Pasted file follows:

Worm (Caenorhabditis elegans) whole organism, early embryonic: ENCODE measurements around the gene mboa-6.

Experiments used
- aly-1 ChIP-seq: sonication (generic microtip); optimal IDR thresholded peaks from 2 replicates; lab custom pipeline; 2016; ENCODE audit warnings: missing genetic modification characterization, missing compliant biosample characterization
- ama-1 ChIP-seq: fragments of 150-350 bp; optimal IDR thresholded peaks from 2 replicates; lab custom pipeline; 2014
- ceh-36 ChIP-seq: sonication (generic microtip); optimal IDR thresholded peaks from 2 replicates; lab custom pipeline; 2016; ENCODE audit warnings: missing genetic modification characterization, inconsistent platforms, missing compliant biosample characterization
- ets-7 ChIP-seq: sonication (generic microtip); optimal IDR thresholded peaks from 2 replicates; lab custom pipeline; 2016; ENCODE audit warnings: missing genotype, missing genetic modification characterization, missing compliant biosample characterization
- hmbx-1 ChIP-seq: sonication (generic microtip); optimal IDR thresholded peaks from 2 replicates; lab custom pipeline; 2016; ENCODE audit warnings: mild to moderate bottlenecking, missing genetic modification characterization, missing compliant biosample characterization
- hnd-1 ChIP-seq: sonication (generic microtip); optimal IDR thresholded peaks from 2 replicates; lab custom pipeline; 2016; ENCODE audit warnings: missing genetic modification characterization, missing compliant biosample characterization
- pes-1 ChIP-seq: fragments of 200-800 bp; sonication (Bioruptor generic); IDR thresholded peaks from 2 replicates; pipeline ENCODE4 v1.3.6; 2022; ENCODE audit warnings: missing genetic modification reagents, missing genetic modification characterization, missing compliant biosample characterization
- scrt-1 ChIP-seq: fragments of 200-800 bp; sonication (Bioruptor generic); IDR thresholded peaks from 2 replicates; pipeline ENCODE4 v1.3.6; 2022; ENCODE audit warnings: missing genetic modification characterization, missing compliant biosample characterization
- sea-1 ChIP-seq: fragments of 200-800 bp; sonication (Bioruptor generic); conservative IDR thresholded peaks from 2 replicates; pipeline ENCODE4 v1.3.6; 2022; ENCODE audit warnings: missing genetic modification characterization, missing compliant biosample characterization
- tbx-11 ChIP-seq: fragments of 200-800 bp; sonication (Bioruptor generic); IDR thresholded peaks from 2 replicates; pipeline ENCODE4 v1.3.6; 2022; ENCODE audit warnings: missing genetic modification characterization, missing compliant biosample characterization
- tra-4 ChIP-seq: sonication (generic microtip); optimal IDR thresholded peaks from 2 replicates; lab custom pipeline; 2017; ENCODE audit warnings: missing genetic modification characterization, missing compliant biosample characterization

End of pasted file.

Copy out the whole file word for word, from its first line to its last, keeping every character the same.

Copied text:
Worm (Caenorhabditis elegans) whole organism, early embryonic: ENCODE measurements around the gene mboa-6.

Experiments used
- aly-1 ChIP-seq: sonication (generic microtip); optimal IDR thresholded peaks from 2 replicates; lab custom pipeline; 2016; ENCODE audit warnings: missing genetic modification characterization, missing compliant biosample characterization
- ama-1 ChIP-seq: fragments of 150-350 bp; optimal IDR thresholded peaks from 2 replicates; lab custom pipeline; 2014
- ceh-36 ChIP-seq: sonication (generic microtip); optimal IDR thresholded peaks from 2 replicates; lab custom pipeline; 2016; ENCODE audit warnings: missing genetic modification characterization, inconsistent platforms, missing compliant biosample characterization
- ets-7 ChIP-seq: sonication (generic microtip); optimal IDR thresholded peaks from 2 replicates; lab custom pipeline; 2016; ENCODE audit warnings: missing genotype, missing genetic modification characterization, missing compliant biosample characterization
- hmbx-1 ChIP-seq: sonication (generic microtip); optimal IDR thresholded peaks from 2 replicates; lab custom pipeline; 2016; ENCODE audit warnings: mild to moderate bottlenecking, missing genetic modification characterization, missing compliant biosample characterization
- hnd-1 ChIP-seq: sonication (generic microtip); optimal IDR thresholded peaks from 2 replicates; lab custom pipeline; 2016; ENCODE audit warnings: missing genetic modification characterization, missing compliant biosample characterization
- pes-1 ChIP-seq: fragments of 200-800 bp; sonication (Bioruptor generic); IDR thresholded peaks from 2 replicates; pipeline ENCODE4 v1.3.6; 2022; ENCODE audit warnings: missing genetic modification reagents, missing genetic modification characterization, missing compliant biosample characterization
- scrt-1 ChIP-seq: fragments of 200-800 bp; sonication (Bioruptor generic); IDR thresholded peaks from 2 replicates; pipeline ENCODE4 v1.3.6; 2022; ENCODE audit warnings: missing genetic modification characterization, missing compliant biosample characterization
- sea-1 ChIP-seq: fragments of 200-800 bp; sonication (Bioruptor generic); conservative IDR thresholded peaks from 2 replicates; pipeline ENCODE4 v1.3.6; 2022; ENCODE audit warnings: missing genetic modification characterization, missing compliant biosample characterization
- tbx-11 ChIP-seq: fragments of 200-800 bp; sonication (Bioruptor generic); IDR thresholded peaks from 2 replicates; pipeline ENCODE4 v1.3.6; 2022; ENCODE audit warnings: missing genetic modification characterization, missing compliant biosample characterization
- tra-4 ChIP-seq: sonication (generic microtip); optimal IDR thresholded peaks from 2 replicates; lab custom pipeline; 2017; ENCODE audit warnings: missing genetic modification characterization, missing compliant biosample characterization